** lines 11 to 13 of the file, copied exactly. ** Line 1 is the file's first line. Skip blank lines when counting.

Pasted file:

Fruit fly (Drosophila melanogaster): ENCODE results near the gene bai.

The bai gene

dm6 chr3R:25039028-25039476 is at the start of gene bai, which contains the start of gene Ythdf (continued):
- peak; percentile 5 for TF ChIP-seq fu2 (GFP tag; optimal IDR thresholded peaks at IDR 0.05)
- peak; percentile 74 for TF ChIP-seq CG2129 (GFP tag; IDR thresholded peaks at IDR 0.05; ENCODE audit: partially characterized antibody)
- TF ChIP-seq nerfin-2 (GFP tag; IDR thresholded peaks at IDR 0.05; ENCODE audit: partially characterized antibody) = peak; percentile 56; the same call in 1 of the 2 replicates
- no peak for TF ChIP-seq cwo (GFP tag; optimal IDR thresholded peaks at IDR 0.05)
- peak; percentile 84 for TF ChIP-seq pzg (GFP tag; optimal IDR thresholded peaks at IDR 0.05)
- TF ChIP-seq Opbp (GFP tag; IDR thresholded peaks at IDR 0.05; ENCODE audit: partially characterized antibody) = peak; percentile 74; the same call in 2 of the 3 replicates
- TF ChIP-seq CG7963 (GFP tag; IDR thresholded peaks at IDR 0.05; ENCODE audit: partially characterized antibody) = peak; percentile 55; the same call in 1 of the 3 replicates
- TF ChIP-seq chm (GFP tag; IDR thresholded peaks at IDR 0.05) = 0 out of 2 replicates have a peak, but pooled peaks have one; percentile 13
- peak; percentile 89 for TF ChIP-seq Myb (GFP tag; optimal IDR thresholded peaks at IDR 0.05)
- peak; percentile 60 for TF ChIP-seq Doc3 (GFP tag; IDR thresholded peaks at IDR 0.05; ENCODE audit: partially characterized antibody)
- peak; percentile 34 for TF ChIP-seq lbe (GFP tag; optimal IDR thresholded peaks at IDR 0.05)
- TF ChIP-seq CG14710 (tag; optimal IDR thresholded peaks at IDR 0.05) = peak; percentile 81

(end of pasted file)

- TF ChIP-seq chm (GFP tag; IDR thresholded peaks at IDR 0.05) = 0 out of 2 replicates have a peak, but pooled peaks have one; percentile 13
- peak; percentile 89 for TF ChIP-seq Myb (GFP tag; optimal IDR thresholded peaks at IDR 0.05)
- peak; percentile 60 for TF ChIP-seq Doc3 (GFP tag; IDR thresholded peaks at IDR 0.05; ENCODE audit: partially characterized antibody)